In August 2022, the California State Legislature approved Assembly Bill 2188 (AB 2188) which would make it unlawful for employers in the Golden State to discriminate against workers that legally use recreational or medicinal marijuana outside of their workplaces. If California Governor Gavin Newsom signs the bill, the law would take effect on January 1, 2024.
AB 2188 – which was introduced by Assembly Member Bill Quirk (D-Hayward) – would prohibit employers from punishing workers who fail workplace drug tests that analyze urine samples and only detect inactive cannabis compounds called metabolites which are made when breaking down Tetrahydrocannabinol (THC), the main psychoactive compound in marijuana.
According to the bill, THC “is the chemical compound in cannabis that can indicate impairment and cause psychoactive effects. After tetrahydrocannabinol is metabolized, it is stored in the body as a nonpsychoactive cannabis metabolite. These metabolites do not indicate impairment, only that an individual has consumed cannabis in the last few weeks.”
The bill continues: “The intent of drug tests is to identify employees who may be impaired. While there is consensus that an employee should not arrive at a worksite high or impaired, when most tests are conducted for cannabis, the results only show the presence of the nonpsychoactive cannabis metabolite and have no correlation to impairment on the job.”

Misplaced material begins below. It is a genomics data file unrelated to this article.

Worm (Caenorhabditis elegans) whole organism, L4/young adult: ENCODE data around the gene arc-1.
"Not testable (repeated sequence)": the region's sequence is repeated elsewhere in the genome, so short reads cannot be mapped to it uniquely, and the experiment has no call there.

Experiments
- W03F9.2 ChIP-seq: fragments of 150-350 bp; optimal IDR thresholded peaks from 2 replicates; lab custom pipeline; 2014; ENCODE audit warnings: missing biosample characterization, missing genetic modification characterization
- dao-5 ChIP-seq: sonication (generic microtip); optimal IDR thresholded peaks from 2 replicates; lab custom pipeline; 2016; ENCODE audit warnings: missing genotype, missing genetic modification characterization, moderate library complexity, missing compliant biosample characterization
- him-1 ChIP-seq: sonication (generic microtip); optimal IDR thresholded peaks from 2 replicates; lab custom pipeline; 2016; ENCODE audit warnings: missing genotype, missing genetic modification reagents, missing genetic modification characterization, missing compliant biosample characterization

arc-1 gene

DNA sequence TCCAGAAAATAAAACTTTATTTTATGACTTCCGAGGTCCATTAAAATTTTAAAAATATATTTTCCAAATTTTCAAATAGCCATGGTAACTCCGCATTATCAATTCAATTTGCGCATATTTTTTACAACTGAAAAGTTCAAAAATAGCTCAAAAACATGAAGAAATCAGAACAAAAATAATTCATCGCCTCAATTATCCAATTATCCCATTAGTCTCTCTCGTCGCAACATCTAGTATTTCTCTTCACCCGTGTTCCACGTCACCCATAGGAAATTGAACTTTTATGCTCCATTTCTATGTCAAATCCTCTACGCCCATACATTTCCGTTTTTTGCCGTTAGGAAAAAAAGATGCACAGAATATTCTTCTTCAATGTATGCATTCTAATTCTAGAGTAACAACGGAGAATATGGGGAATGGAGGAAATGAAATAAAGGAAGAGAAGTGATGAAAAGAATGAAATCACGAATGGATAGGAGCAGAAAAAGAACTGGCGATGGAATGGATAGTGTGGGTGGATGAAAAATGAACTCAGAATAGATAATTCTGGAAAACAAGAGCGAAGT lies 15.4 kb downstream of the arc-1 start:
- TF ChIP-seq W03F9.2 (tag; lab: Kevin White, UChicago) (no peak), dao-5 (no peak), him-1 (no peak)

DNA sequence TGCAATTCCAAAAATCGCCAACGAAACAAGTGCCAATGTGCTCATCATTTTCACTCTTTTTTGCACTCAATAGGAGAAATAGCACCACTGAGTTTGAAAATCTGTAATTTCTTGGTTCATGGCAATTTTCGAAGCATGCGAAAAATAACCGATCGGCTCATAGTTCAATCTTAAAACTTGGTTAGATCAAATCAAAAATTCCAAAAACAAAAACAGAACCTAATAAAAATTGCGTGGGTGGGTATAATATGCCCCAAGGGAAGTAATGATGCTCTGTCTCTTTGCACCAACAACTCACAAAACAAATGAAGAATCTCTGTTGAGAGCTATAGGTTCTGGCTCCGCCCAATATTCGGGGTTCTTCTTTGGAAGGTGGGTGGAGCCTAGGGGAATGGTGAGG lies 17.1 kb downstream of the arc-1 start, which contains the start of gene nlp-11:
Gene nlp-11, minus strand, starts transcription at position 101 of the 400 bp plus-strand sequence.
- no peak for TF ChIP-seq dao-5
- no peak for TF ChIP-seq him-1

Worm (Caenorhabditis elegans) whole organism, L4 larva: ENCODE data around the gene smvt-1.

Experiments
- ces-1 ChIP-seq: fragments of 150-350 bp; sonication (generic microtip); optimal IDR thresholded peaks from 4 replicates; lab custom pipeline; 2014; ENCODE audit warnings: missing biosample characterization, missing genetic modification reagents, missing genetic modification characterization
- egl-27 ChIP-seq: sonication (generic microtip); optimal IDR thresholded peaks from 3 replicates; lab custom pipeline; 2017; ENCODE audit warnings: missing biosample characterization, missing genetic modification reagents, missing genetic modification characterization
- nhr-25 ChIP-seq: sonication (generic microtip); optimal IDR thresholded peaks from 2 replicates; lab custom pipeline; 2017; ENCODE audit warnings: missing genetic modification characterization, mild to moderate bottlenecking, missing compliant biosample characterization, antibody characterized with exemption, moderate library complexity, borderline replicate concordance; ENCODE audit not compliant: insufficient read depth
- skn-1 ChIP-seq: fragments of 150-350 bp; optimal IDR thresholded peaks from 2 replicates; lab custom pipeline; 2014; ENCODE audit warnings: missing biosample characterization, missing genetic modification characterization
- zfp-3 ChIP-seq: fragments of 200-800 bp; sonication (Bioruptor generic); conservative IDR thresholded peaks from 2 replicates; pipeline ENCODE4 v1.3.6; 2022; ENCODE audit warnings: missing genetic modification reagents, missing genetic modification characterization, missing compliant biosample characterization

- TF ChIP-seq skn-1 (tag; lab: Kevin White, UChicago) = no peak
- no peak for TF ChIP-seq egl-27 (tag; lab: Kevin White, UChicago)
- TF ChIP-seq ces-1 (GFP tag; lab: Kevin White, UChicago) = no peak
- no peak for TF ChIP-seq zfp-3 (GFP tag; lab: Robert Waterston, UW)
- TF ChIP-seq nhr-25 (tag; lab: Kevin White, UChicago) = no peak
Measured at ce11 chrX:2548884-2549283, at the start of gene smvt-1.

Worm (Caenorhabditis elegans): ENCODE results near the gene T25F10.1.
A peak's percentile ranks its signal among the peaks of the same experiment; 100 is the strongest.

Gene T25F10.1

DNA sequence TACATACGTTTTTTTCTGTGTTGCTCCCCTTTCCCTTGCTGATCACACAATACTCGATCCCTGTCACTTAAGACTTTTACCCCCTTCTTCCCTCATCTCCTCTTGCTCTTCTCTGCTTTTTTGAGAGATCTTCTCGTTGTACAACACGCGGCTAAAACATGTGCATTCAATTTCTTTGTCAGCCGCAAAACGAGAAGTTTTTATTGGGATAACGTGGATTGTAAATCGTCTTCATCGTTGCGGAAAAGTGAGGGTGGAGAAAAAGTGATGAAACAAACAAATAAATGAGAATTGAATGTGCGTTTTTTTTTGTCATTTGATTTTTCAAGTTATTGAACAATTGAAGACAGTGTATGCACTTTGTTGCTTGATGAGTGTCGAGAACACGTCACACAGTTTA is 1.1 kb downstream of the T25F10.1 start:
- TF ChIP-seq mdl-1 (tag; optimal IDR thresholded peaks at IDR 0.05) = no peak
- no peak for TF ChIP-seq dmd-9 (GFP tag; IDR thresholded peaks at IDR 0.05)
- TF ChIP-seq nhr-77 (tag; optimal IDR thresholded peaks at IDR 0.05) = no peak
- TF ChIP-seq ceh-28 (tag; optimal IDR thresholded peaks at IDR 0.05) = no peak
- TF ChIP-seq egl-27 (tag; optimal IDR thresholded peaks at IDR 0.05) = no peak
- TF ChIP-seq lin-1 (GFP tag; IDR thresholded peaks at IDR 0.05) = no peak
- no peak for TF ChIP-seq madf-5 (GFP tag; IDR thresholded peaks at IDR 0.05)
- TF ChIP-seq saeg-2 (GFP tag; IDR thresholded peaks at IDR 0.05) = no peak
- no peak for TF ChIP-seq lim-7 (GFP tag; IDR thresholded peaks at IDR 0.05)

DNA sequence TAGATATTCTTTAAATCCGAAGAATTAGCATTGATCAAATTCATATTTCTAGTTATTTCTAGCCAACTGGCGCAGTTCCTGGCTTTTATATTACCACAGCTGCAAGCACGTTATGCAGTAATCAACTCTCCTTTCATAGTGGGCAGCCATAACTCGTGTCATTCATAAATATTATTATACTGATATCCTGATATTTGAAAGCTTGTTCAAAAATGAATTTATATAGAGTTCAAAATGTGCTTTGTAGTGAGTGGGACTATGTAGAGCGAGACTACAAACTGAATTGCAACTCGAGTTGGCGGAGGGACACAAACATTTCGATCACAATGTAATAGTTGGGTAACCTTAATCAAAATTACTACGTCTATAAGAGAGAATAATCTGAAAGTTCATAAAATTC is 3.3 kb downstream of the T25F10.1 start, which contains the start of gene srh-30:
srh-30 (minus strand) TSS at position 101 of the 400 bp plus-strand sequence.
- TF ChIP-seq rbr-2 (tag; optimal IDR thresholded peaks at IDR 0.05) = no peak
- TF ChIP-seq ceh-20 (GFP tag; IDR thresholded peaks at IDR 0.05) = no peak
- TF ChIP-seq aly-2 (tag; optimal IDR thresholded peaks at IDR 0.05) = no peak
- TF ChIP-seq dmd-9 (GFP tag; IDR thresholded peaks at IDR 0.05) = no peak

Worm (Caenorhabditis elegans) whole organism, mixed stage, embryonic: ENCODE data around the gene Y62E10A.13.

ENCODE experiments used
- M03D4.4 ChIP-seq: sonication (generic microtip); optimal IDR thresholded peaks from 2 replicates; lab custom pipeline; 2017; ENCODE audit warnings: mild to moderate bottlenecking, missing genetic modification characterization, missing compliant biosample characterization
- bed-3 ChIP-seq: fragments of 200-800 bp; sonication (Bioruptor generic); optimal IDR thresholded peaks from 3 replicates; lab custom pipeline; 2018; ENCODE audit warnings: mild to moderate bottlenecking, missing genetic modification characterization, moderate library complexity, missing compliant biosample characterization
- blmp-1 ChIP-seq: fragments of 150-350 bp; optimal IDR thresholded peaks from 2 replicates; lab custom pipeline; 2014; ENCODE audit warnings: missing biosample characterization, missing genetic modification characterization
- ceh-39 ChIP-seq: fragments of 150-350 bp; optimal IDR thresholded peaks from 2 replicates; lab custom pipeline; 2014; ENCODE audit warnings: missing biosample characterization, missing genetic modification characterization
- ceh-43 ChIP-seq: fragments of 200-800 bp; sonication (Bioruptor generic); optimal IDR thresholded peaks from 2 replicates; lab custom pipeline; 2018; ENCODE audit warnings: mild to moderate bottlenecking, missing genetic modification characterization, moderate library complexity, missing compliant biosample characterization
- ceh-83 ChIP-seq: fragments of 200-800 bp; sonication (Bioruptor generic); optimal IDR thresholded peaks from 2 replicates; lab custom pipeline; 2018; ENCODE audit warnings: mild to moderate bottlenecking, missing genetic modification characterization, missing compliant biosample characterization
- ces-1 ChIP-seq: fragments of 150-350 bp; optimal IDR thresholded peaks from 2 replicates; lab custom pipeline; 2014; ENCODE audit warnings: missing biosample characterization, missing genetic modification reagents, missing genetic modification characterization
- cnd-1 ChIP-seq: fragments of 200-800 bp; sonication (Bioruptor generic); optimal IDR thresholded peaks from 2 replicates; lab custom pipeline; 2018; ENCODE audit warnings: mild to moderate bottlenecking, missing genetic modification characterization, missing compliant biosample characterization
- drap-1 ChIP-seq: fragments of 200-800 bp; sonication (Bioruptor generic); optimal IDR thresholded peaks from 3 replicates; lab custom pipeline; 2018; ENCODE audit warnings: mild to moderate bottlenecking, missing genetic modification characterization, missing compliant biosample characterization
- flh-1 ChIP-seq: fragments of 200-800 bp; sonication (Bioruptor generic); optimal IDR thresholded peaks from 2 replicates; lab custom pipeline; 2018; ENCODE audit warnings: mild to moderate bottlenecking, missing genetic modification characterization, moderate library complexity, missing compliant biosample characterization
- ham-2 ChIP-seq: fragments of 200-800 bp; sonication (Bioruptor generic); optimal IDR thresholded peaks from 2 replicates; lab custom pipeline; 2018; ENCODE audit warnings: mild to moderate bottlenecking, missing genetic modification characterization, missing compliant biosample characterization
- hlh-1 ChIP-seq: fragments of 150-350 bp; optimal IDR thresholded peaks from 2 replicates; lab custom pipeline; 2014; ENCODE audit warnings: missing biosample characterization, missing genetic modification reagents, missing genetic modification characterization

Instead, the bill states that “employers now have access to multiple types of tests that do not rely on the presence of nonpsychoactive cannabis metabolites. These alternative tests include impairment tests, which measure an individual employee against their own baseline performance and tests that identify the presence of THC in an individual’s bodily fluids.”
The bill would exempt applicants and employees in the building and construction trades, and in positions requiring a federal background investigation or clearance. The bill does not preempt state or federal laws requiring applicants or employees to be drug tested for controlled substances as a condition of employment. A copy of California AB 2188 is available here.
Currently, six states – Nevada, New York, New Jersey, Connecticut, Montana, and Rhode Island – have laws that protect workers who use recreational marijuana and twenty-one states have laws protecting workers who use medical marijuana, according to the National Organization for the Reform of Marijuana Laws (NORML). Marijuana is still illegal under federal law.
ClearStar is a leading Human Resources technology company specializing in background checks, drug tests, clinical testing, and occupational health screening. ClearStar offers drug and clinical testing that is fully integrated with major laboratories and provides a single candidate invite for all services via text or email. For more information, contact ClearStar today.
ClearStar will sponsor a free webinar titled “Continuing the Discussion: A Deep Dive Into 5 More States’ Drug Testing Laws” hosted by Bill Current, President and Founding Partner of the Current Consulting Group, LLC (CCG), and CCG’s Senior Legal Consultant Yvette Farnsworth Baker, Esq, on Wednesday, September 21, 2022. To register for the free webinar, click here.
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